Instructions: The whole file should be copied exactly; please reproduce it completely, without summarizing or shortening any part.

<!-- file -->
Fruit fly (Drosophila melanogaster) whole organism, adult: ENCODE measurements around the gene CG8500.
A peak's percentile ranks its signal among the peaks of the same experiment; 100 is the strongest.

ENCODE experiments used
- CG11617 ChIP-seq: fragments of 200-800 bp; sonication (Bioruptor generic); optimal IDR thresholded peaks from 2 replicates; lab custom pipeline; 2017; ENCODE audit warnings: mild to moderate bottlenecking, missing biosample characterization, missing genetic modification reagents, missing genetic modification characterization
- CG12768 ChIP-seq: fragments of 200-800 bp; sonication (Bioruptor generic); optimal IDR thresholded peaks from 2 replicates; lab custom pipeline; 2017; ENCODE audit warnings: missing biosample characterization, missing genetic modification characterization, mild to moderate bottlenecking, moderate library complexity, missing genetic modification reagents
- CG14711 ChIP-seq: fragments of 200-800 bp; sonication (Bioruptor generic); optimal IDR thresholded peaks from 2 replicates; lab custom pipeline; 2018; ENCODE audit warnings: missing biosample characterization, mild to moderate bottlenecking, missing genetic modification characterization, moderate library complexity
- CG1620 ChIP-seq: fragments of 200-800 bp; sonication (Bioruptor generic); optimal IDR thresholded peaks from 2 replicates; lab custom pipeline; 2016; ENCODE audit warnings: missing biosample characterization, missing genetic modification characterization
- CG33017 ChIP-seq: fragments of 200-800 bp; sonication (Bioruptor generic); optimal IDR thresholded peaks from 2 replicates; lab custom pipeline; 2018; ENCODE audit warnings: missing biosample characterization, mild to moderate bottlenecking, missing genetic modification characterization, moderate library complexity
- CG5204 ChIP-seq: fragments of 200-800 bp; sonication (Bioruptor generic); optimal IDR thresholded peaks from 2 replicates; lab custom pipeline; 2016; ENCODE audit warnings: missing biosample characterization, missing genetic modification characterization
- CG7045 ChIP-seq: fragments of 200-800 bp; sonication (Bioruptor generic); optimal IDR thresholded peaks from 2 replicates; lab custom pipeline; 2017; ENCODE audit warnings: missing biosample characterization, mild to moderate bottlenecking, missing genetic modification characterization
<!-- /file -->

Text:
Fruit fly (Drosophila melanogaster) whole organism, adult: ENCODE measurements around the gene CG8500.
A peak's percentile ranks its signal among the peaks of the same experiment; 100 is the strongest.

ENCODE experiments used
- CG11617 ChIP-seq: fragments of 200-800 bp; sonication (Bioruptor generic); optimal IDR thresholded peaks from 2 replicates; lab custom pipeline; 2017; ENCODE audit warnings: mild to moderate bottlenecking, missing biosample characterization, missing genetic modification reagents, missing genetic modification characterization
- CG12768 ChIP-seq: fragments of 200-800 bp; sonication (Bioruptor generic); optimal IDR thresholded peaks from 2 replicates; lab custom pipeline; 2017; ENCODE audit warnings: missing biosample characterization, missing genetic modification characterization, mild to moderate bottlenecking, moderate library complexity, missing genetic modification reagents
- CG14711 ChIP-seq: fragments of 200-800 bp; sonication (Bioruptor generic); optimal IDR thresholded peaks from 2 replicates; lab custom pipeline; 2018; ENCODE audit warnings: missing biosample characterization, mild to moderate bottlenecking, missing genetic modification characterization, moderate library complexity
- CG1620 ChIP-seq: fragments of 200-800 bp; sonication (Bioruptor generic); optimal IDR thresholded peaks from 2 replicates; lab custom pipeline; 2016; ENCODE audit warnings: missing biosample characterization, missing genetic modification characterization
- CG33017 ChIP-seq: fragments of 200-800 bp; sonication (Bioruptor generic); optimal IDR thresholded peaks from 2 replicates; lab custom pipeline; 2018; ENCODE audit warnings: missing biosample characterization, mild to moderate bottlenecking, missing genetic modification characterization, moderate library complexity
- CG5204 ChIP-seq: fragments of 200-800 bp; sonication (Bioruptor generic); optimal IDR thresholded peaks from 2 replicates; lab custom pipeline; 2016; ENCODE audit warnings: missing biosample characterization, missing genetic modification characterization
- CG7045 ChIP-seq: fragments of 200-800 bp; sonication (Bioruptor generic); optimal IDR thresholded peaks from 2 replicates; lab custom pipeline; 2017; ENCODE audit warnings: missing biosample characterization, mild to moderate bottlenecking, missing genetic modification characterization